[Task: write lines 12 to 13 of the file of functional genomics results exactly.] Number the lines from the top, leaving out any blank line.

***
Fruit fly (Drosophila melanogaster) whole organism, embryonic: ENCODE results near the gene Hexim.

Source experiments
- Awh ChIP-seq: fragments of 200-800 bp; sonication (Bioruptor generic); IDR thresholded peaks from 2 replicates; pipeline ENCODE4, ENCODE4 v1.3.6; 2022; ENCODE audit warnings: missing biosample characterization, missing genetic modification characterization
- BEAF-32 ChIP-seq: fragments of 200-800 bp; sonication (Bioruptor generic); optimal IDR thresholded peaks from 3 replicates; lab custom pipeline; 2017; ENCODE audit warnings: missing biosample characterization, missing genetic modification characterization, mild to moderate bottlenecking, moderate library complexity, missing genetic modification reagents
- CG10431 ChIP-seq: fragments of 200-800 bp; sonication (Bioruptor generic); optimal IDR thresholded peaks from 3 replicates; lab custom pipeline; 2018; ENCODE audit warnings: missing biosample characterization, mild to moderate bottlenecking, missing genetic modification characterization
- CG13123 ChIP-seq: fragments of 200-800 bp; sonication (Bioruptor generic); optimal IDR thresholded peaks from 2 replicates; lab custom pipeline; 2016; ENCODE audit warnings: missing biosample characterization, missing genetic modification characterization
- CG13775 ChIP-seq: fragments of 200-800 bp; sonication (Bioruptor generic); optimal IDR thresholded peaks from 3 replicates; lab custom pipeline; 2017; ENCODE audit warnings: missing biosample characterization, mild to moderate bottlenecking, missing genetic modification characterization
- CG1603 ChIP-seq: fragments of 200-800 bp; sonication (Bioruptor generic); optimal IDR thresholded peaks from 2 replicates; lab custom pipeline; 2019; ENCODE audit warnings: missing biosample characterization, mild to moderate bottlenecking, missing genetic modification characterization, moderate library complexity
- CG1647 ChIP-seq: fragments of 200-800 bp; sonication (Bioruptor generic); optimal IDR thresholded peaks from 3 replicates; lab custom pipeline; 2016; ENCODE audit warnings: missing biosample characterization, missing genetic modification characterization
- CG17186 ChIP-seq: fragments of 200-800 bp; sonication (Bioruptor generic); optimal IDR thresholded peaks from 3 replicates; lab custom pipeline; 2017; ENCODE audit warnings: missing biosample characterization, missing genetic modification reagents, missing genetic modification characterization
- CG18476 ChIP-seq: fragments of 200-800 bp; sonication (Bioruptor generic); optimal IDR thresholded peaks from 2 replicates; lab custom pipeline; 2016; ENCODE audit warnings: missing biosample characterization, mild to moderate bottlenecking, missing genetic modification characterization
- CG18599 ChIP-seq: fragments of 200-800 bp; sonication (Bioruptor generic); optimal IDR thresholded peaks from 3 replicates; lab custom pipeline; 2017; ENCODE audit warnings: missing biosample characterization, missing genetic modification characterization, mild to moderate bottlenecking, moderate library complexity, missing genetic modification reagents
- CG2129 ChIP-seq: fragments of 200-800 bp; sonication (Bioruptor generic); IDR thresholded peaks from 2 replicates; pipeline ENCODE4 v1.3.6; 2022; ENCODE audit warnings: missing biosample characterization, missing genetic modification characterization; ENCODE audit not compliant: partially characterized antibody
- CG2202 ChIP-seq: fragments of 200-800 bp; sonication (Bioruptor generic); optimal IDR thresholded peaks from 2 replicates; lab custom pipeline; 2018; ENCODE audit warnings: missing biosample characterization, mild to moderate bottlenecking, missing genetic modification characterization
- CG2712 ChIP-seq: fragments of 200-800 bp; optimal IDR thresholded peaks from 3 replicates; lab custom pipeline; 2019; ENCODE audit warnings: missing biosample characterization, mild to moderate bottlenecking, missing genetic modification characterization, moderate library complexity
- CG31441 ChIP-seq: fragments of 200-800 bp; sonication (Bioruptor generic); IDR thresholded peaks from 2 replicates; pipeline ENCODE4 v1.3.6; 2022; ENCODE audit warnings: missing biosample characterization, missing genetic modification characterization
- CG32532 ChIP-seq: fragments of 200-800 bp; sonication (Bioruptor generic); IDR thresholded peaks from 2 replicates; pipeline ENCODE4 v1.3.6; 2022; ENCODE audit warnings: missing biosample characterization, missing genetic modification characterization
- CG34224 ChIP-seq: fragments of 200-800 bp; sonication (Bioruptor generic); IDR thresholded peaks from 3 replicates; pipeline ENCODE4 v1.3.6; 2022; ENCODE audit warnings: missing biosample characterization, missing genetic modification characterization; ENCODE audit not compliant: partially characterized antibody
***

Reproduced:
- CG18599 ChIP-seq: fragments of 200-800 bp; sonication (Bioruptor generic); optimal IDR thresholded peaks from 3 replicates; lab custom pipeline; 2017; ENCODE audit warnings: missing biosample characterization, missing genetic modification characterization, mild to moderate bottlenecking, moderate library complexity, missing genetic modification reagents
- CG2129 ChIP-seq: fragments of 200-800 bp; sonication (Bioruptor generic); IDR thresholded peaks from 2 replicates; pipeline ENCODE4 v1.3.6; 2022; ENCODE audit warnings: missing biosample characterization, missing genetic modification characterization; ENCODE audit not compliant: partially characterized antibody